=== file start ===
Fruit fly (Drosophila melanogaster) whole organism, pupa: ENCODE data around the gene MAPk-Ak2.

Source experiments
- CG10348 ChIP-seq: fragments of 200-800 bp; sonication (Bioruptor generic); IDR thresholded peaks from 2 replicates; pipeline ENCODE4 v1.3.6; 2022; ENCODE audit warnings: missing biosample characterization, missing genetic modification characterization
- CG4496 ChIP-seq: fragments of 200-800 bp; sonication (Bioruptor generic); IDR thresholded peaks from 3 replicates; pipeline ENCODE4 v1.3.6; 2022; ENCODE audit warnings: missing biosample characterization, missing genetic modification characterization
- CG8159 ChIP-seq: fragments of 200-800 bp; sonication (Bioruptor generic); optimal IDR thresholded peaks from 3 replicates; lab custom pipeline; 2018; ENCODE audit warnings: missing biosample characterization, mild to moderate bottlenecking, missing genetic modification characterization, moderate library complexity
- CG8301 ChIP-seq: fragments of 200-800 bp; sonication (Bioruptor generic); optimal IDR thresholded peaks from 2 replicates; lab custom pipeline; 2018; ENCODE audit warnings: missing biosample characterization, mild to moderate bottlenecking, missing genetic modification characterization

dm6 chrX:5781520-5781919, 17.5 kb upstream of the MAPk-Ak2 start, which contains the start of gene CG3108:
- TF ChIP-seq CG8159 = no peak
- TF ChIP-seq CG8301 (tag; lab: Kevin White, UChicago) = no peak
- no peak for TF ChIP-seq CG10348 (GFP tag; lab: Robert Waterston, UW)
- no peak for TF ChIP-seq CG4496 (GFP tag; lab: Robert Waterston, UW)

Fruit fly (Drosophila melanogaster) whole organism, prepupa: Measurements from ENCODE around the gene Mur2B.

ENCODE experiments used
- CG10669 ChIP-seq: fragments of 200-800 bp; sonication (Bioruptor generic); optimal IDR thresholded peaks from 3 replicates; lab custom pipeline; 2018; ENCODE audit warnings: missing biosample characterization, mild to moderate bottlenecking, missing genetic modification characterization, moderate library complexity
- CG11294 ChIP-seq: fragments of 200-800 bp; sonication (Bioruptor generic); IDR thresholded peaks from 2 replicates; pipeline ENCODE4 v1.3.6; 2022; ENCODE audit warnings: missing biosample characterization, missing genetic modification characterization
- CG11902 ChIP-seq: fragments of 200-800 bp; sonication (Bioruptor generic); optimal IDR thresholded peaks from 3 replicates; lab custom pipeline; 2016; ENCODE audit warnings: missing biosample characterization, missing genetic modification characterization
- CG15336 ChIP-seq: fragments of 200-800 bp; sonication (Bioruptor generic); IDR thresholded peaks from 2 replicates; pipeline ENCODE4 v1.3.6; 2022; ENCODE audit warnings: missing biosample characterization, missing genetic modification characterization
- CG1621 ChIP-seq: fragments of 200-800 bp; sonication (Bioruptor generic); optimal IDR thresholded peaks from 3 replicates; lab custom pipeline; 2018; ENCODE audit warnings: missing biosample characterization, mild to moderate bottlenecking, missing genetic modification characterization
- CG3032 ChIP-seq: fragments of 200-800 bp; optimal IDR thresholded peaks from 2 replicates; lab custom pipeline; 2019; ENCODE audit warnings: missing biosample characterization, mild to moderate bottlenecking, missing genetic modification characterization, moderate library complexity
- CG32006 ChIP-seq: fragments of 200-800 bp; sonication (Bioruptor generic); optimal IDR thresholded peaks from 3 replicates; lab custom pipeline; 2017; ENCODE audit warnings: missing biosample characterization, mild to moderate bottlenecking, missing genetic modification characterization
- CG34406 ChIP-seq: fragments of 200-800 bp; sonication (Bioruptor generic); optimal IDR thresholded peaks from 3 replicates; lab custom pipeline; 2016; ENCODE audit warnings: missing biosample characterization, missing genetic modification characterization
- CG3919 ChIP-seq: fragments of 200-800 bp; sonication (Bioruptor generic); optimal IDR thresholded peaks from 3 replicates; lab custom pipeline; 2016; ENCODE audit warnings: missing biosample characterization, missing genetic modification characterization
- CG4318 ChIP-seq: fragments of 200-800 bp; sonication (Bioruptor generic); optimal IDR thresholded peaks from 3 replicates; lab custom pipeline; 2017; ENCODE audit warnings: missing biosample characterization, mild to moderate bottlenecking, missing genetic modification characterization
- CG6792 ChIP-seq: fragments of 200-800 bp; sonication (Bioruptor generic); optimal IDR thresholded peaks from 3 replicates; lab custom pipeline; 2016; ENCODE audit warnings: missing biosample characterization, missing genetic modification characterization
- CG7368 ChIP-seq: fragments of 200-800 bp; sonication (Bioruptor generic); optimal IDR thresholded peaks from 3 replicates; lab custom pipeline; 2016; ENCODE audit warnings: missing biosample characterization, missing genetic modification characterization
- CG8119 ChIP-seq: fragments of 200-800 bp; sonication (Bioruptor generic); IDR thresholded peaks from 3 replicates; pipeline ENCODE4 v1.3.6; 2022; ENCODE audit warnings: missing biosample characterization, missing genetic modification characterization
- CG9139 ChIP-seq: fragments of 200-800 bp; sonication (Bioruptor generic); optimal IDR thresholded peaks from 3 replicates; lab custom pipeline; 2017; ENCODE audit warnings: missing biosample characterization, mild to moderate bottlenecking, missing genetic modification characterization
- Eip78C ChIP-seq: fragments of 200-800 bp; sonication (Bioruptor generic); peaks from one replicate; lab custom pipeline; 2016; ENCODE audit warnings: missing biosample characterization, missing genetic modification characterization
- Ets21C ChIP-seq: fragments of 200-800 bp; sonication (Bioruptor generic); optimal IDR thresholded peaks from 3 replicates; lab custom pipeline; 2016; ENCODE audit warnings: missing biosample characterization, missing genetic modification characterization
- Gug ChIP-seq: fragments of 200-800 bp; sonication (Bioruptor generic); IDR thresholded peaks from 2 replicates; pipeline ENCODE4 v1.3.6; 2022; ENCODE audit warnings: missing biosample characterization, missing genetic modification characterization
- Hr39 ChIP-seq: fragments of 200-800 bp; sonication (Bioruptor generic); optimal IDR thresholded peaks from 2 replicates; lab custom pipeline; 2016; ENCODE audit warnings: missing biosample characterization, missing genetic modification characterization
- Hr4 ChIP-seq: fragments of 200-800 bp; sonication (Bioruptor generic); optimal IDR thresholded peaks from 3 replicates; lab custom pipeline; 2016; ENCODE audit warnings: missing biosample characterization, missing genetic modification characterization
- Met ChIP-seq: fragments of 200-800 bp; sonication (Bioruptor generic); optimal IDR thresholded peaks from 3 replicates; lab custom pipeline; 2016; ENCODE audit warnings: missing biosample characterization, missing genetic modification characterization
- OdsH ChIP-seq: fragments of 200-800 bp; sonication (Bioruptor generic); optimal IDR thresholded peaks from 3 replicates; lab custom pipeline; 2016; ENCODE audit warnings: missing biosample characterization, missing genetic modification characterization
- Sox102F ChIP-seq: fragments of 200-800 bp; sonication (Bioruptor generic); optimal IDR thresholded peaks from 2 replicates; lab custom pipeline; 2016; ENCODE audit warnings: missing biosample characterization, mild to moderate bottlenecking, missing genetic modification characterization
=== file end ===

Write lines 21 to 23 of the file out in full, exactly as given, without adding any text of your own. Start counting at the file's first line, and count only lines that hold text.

- CG34406 ChIP-seq: fragments of 200-800 bp; sonication (Bioruptor generic); optimal IDR thresholded peaks from 3 replicates; lab custom pipeline; 2016; ENCODE audit warnings: missing biosample characterization, missing genetic modification characterization
- CG3919 ChIP-seq: fragments of 200-800 bp; sonication (Bioruptor generic); optimal IDR thresholded peaks from 3 replicates; lab custom pipeline; 2016; ENCODE audit warnings: missing biosample characterization, missing genetic modification characterization
- CG4318 ChIP-seq: fragments of 200-800 bp; sonication (Bioruptor generic); optimal IDR thresholded peaks from 3 replicates; lab custom pipeline; 2017; ENCODE audit warnings: missing biosample characterization, mild to moderate bottlenecking, missing genetic modification characterization